In the Classroom: What Kids Read About Politics

Politics, as we know, is a big, sloppy subject muddied by opinions from all camps. So how do you teach it in the schools? We're asking universities and local public and private schools to let us know what books students read in their government and politics classes, in addition to the usual texts.

Here's a sampling of the line-up for high school students in the Fairfax County Public Schools. Students aren't assigned all of these books. They are reading selections from this list during the summer or have plowed through some of the books last year in 11th grade U.S. History, 12th grade Government, or 11th and 12th grade English.

"Hardball - How Politics Is Played Told By One Who Knows The Game" by Chris Matthews.

"Lord of the Flies" by William Golding.

"This Fleeting World - A Short History of Humanity" by David Christian.

"The Future of Freedom - Illiberal Democracy at Home and Abroad" by Fareed Zakaria.

"The Post American World" by Fareed Zakaria. When the United States no longer dominates world economy, politics and culture.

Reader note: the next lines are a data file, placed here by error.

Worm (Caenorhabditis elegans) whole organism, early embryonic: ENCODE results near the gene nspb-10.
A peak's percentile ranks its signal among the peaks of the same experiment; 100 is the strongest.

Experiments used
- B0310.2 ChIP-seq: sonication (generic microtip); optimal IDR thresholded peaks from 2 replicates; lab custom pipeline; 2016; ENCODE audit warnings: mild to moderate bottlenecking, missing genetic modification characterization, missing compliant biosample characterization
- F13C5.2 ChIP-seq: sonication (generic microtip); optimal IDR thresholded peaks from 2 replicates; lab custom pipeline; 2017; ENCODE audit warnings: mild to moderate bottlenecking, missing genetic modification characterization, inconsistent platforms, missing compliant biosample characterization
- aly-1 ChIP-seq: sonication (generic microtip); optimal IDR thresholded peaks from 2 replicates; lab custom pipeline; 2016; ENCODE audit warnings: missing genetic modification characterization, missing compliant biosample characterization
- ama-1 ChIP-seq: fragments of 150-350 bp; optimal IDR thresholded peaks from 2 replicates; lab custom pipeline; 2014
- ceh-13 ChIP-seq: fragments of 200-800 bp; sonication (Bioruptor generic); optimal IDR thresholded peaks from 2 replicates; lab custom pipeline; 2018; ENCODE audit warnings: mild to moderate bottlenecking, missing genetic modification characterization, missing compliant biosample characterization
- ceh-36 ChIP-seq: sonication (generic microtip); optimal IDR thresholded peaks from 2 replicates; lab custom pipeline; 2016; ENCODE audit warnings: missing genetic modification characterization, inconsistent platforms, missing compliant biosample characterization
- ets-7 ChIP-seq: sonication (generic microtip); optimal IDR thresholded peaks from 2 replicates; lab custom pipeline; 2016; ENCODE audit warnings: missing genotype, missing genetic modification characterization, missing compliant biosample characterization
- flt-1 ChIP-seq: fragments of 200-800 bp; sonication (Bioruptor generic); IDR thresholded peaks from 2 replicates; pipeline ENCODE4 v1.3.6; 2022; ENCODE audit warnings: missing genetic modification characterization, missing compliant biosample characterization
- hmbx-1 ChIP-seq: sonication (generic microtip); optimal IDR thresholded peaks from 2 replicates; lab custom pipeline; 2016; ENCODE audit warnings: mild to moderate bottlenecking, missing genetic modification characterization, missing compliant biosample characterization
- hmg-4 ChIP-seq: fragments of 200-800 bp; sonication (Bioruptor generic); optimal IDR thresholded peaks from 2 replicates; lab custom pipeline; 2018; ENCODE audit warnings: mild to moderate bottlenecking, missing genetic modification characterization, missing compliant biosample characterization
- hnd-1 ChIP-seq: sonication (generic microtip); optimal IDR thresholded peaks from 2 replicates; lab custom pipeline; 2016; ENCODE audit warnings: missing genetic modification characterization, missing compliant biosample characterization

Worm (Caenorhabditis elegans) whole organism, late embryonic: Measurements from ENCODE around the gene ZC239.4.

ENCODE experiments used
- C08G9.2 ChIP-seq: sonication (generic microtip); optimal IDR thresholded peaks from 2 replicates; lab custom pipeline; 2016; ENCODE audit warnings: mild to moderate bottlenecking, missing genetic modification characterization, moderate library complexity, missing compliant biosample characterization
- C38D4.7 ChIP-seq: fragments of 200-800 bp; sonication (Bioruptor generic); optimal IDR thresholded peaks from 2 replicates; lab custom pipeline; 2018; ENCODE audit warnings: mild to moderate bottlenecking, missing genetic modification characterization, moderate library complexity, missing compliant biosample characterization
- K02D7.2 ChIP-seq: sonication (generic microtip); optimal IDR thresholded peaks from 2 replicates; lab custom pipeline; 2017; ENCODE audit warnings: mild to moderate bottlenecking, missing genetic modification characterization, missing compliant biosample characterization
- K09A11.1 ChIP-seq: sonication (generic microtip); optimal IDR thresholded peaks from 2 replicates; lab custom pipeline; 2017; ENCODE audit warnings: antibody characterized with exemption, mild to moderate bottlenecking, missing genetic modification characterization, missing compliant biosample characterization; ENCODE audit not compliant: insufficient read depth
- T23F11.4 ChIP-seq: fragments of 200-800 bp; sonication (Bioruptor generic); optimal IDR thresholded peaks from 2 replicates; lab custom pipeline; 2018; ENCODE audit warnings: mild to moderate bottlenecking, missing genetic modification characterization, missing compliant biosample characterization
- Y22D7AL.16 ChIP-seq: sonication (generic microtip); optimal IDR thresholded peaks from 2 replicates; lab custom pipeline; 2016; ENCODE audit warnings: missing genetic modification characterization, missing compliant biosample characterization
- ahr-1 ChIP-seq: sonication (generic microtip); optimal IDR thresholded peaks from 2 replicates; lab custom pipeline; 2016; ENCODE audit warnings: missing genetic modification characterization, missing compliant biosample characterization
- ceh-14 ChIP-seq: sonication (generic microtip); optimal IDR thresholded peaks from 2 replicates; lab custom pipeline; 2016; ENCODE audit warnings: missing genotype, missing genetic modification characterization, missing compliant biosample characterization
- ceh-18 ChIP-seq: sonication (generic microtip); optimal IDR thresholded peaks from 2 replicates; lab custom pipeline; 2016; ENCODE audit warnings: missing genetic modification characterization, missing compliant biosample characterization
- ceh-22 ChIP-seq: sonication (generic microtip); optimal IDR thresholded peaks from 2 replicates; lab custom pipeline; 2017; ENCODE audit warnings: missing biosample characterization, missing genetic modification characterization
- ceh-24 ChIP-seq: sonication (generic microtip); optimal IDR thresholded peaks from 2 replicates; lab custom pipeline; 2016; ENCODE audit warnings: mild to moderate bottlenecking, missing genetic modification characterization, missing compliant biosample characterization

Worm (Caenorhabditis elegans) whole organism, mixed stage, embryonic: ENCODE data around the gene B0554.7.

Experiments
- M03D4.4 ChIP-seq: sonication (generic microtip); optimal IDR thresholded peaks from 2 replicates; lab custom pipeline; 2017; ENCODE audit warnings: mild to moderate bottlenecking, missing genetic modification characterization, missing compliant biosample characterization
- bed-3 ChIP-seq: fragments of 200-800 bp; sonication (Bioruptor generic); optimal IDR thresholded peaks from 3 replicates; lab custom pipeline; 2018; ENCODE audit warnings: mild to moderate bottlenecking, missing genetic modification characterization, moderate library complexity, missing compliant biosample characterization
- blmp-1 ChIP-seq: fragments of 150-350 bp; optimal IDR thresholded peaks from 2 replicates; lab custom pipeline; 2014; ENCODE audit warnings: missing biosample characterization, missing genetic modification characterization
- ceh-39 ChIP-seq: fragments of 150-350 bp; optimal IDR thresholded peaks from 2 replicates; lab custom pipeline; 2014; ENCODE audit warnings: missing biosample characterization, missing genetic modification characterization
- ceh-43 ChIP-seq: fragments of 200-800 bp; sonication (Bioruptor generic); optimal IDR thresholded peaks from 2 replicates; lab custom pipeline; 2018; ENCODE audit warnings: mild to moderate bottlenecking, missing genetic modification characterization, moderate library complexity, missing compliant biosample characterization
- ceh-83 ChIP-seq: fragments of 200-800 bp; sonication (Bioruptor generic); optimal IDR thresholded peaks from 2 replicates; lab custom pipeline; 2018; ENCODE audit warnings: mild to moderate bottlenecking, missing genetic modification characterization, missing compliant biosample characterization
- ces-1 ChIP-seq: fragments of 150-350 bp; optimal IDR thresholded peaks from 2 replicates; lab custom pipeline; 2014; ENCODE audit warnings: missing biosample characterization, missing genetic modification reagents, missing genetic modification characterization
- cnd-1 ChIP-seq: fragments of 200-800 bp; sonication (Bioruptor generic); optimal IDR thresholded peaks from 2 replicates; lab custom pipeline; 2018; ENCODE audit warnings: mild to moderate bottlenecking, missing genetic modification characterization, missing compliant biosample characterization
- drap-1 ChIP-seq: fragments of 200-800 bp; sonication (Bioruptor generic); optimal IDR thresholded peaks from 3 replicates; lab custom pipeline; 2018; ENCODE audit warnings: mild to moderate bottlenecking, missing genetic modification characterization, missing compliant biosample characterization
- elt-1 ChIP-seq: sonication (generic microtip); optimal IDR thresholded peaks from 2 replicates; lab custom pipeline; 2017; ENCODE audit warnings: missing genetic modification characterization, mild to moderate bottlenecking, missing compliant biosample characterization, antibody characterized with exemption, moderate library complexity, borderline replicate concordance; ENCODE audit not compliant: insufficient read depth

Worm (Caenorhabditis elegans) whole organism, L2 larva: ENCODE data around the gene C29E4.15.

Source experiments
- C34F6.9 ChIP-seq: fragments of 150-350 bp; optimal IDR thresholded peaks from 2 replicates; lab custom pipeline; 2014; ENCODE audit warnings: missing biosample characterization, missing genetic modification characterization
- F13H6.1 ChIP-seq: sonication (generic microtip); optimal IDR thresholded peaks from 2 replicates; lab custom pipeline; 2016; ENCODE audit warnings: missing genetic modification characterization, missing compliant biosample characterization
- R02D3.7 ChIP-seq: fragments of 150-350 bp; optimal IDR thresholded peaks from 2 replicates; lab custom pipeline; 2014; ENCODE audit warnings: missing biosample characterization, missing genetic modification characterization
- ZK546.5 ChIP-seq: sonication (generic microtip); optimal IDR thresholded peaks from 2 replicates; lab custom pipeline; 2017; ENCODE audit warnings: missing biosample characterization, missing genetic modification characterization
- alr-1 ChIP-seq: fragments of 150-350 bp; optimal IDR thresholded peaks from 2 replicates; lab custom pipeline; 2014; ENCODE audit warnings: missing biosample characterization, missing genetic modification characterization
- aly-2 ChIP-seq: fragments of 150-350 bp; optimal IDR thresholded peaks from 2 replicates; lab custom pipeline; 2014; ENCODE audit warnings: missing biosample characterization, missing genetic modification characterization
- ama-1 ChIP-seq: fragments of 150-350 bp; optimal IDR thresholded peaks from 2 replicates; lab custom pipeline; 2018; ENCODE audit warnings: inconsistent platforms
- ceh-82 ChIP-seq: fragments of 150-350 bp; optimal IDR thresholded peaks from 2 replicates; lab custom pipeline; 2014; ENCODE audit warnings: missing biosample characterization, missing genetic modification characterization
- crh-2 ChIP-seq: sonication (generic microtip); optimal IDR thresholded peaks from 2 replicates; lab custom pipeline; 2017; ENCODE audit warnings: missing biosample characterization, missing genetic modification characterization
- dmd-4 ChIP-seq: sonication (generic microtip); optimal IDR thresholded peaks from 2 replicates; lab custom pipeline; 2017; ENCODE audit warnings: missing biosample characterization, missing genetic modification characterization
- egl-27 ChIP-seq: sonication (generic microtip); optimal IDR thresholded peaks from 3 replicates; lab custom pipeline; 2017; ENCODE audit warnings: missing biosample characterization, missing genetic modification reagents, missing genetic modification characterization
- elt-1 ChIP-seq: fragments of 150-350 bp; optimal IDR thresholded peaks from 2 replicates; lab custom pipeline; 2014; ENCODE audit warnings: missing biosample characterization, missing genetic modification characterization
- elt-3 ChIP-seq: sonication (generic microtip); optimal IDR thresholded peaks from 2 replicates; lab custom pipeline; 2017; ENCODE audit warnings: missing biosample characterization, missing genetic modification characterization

"Feeding Frenzy - Attack Journalism and American Politics" by Larry Sabato.

"The Broken Branch: How Congress is Failing America" by Thomas Mann.

"The Constitution: A Biography" by Akhil Reed Amar.

"The Miracle at Philadelphia: The Story of the Constitutional Convention, May-September 1787" by Catherine Drinker Bowen.

"How Democratic is the American Constitution?" by Robert Dahl.

"Novus Ordo Seclorum: The Intellectual Origins of the Constitution" by Forrest McDonald.

"A More Perfect Constitution: 23 Proposals to Revitalize Our Constitution and Make America a Fairer Place" by Larry Sabato.

"The Ascent of Money: A Financial History of the World" by Niall Ferguson.

"The Two Trillion Dollar Meltdown: Easy Money, High Rollers and the Great Credit Crash" by Charles Morris

"Teachers Have It Easy: The Big Sacrifices and Small Salaries of America's Teachers" by David Eggers, Daniel Mathrop and Nineva Calegari.

"The American Revolution: A History" by Gordon Wood.

"The Struggle for Black Equality" by Harvard Sitkoff.

"The Presidency of Richard Nixon" by Melvin Small.

By Steven E. Levingston |  July 21, 2009; 5:30 AM ET
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My first reaction to this post was, but we never studied politics in my day. Social studies, economics, US and world history classes wiped out civics and POD in the 1960s, at least where I went to school. But then, we read Animal Farm, Michael Harrington's The Other America, essays by Richard Hofstadter and the Great Ascent by Robert Heilbroner, all of which shaped my adult outlook.

Posted by: cebeling | July 21, 2009 8:53 PM

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